sedative for the drive to the shelter.”
The animals were discovered under the bridge in Vega Baja,
between Barceloneta and San Juan, two days after the aggressive
pick-ups began. “Many were already dead when they threw them, but
others were alive,” bridge neighbor Jose Manuel Rivera told Marrero.
“Some of the animals managed to climb to the highway even though they
were all battered, but about 50 animals remained.”
When Jose Manuel Rivera alerted local officials, he said,
they merely spread lime over the animals’ remains. Rivera then
buried the dead animals with a backhoe, said Michael Melia of
Associated Press.
Diaz cofounded an apparently defunct firm called Animal
Delivery in 1999, and formed Animal Control Solutions in 2002.
Recounted Associated Press writers Yaisha Vargas and Andrew
O. Selsky, “Facing little competition, the companies had 85
contracts with municipalities and other clients worth $1.1 million in
the past eight years, according to the Puerto Rican comptroller’s
office. A former employee of one of Diaz’s companies told Associated
Press that the firms rounded up thousands of animals over the years,
brutally killed many of them, and discarded the corpses wherever it
was convenient. One former employee led Associated Press to two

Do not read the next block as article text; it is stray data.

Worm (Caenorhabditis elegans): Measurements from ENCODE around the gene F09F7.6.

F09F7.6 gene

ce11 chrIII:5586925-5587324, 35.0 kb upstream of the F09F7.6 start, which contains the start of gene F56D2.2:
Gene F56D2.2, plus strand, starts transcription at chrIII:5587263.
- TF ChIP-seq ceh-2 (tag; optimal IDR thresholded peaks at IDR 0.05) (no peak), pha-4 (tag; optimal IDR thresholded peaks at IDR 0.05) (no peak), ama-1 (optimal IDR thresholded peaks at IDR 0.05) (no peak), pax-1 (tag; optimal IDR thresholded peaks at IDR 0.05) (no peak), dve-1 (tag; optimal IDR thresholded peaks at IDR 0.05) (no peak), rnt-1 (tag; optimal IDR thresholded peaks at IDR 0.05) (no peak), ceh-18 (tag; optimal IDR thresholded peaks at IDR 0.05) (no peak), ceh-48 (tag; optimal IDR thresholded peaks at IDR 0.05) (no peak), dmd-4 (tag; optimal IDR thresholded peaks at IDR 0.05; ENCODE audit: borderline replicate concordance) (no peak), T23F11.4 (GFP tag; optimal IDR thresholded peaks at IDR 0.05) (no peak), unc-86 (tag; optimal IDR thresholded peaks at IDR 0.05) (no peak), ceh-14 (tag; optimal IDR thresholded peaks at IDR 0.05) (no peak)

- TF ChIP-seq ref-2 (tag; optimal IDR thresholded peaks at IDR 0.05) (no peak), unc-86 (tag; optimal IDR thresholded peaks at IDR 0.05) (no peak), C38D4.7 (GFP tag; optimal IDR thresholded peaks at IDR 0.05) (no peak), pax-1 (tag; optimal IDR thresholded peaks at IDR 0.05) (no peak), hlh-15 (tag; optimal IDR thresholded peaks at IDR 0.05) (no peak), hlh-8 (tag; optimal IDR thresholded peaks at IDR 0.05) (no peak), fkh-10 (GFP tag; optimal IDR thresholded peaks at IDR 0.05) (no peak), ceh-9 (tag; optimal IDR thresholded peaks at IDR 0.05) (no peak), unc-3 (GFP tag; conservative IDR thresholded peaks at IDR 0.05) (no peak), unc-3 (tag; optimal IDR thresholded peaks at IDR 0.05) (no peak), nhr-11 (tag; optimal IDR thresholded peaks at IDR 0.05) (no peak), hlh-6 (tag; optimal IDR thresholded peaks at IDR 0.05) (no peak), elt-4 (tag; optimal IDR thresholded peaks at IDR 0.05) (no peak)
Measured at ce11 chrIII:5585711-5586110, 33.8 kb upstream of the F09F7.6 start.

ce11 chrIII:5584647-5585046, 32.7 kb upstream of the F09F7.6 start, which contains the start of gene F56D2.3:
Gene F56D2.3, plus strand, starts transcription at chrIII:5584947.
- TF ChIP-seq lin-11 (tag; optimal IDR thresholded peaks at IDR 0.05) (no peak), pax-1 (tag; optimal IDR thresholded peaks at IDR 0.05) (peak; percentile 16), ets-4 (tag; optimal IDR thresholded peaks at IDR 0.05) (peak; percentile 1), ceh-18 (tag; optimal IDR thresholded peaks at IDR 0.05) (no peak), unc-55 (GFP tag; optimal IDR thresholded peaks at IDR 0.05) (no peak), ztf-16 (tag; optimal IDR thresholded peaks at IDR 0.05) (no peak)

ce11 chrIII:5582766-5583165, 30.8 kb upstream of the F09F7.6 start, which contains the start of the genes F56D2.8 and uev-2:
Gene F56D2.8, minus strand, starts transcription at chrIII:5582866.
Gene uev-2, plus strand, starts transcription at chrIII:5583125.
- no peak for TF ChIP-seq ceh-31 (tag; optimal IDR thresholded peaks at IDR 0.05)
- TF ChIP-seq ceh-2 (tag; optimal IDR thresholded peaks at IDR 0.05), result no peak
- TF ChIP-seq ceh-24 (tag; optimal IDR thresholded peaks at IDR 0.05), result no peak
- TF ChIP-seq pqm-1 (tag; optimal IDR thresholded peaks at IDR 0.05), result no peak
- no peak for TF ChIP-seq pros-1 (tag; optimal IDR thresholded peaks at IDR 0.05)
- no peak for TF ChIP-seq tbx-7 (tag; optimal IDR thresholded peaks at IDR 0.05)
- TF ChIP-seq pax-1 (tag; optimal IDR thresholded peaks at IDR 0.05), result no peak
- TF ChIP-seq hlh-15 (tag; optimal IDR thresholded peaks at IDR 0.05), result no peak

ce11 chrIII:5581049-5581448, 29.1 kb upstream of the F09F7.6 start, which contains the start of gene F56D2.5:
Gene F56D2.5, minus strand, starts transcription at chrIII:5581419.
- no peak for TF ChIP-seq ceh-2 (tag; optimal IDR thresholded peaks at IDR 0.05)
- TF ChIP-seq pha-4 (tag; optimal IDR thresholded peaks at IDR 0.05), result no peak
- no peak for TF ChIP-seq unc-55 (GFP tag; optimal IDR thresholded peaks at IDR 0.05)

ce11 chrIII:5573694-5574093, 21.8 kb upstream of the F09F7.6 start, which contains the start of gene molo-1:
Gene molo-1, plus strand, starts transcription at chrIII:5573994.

different killing fields, and he and another former employee
described a third.”
“Not a single animal was turned over to a shelter,” the
former employees said anonymously.
“Associated Press contacted all eight animal shelters and
sanctuaries across Puerto Rico,” Vargas and Selsky continued, “and
they confirmed that none had received animals for potential adoption
from Diaz’s companies.”
The case drew international attention to the lack of
effective humane services in most of Puerto Rico. Several
large-scale dog and cat sterilization programs have operated in
Puerto Rico during the past 15 years, and the numbers of animals at
large where they have worked have reportedly decreased, but none of
the programs have succeeded in extending low-cost or free
sterilization services to more than a small part of the island.
In theory, Puerto Rico is compact enough that a single
centrally located clinic could serve the entire island. In practice,
the winding, narrow roads through the mountainous interior of the
island make operating from a single central location impractical.
The North Shore Animal League funded ANIMAL PEOPLE to do an
assessment of the Puerto Rican dog and cat population situation in
1998, and sent then-operations director Perry Fina to begin
implementing the ANIMAL PEOPLE recommendations. When local
organizations balked at cooperating with each other, North Shore
transferred most of the funding that had been allocated to helping in
Puerto Rico to assist the highly successful “no-kill, no shelter”
McKee Project in Costa Rica.
Fina died in January 2008, disappointed that the McKee
Project has yet to be copied in Puerto Rico.